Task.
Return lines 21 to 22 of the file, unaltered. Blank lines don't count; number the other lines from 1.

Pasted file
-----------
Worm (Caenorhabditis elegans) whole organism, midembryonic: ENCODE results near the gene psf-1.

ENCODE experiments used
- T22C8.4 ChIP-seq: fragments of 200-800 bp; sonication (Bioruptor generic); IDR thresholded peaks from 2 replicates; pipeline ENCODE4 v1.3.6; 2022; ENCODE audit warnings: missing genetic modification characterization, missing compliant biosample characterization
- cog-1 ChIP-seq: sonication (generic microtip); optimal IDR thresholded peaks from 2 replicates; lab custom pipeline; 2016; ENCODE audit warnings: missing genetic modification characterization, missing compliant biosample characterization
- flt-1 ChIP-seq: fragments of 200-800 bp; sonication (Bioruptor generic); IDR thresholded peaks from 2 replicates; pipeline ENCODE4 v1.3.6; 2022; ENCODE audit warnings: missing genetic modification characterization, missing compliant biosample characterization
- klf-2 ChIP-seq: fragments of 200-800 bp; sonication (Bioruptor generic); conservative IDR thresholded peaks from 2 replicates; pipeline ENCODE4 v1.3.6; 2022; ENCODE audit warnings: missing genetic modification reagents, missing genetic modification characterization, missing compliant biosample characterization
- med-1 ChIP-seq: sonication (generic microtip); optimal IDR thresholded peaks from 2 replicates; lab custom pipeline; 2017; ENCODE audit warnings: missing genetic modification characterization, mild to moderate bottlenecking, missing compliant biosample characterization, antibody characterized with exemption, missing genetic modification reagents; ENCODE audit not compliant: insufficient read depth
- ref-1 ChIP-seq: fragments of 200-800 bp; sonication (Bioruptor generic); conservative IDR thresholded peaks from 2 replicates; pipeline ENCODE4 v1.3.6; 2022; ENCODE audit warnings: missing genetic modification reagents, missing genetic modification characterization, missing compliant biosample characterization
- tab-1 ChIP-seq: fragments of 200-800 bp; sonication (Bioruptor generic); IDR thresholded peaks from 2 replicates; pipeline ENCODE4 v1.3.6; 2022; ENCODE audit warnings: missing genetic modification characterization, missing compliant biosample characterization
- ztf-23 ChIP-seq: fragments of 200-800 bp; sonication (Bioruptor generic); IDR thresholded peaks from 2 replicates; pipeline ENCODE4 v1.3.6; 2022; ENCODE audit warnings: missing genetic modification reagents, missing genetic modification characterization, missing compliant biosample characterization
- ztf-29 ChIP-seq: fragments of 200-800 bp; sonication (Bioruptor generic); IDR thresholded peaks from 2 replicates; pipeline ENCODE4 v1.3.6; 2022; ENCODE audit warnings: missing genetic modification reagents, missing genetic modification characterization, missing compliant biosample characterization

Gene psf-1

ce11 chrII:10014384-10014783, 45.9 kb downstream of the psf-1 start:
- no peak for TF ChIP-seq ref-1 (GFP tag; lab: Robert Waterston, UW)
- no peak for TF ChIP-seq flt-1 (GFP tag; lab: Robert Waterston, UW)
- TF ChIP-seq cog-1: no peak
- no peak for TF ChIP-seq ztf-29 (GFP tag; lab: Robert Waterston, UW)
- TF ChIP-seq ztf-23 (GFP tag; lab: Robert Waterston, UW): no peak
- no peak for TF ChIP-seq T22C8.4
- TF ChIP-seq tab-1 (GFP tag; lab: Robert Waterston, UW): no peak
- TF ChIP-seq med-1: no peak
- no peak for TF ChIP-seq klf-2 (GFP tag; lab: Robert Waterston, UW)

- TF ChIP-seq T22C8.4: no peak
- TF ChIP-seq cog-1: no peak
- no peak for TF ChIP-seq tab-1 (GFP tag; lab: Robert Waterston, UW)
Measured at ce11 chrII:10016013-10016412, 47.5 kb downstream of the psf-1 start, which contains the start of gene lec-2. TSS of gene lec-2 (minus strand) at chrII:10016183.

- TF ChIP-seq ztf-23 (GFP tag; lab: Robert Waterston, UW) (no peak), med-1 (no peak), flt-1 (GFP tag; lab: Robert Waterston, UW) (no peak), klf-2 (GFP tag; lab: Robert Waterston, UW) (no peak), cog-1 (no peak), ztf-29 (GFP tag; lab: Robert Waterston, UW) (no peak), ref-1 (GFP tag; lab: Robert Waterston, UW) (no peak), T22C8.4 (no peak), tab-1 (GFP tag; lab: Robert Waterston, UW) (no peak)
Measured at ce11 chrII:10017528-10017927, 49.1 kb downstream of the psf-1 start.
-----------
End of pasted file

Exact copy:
- TF ChIP-seq med-1: no peak
- no peak for TF ChIP-seq klf-2 (GFP tag; lab: Robert Waterston, UW)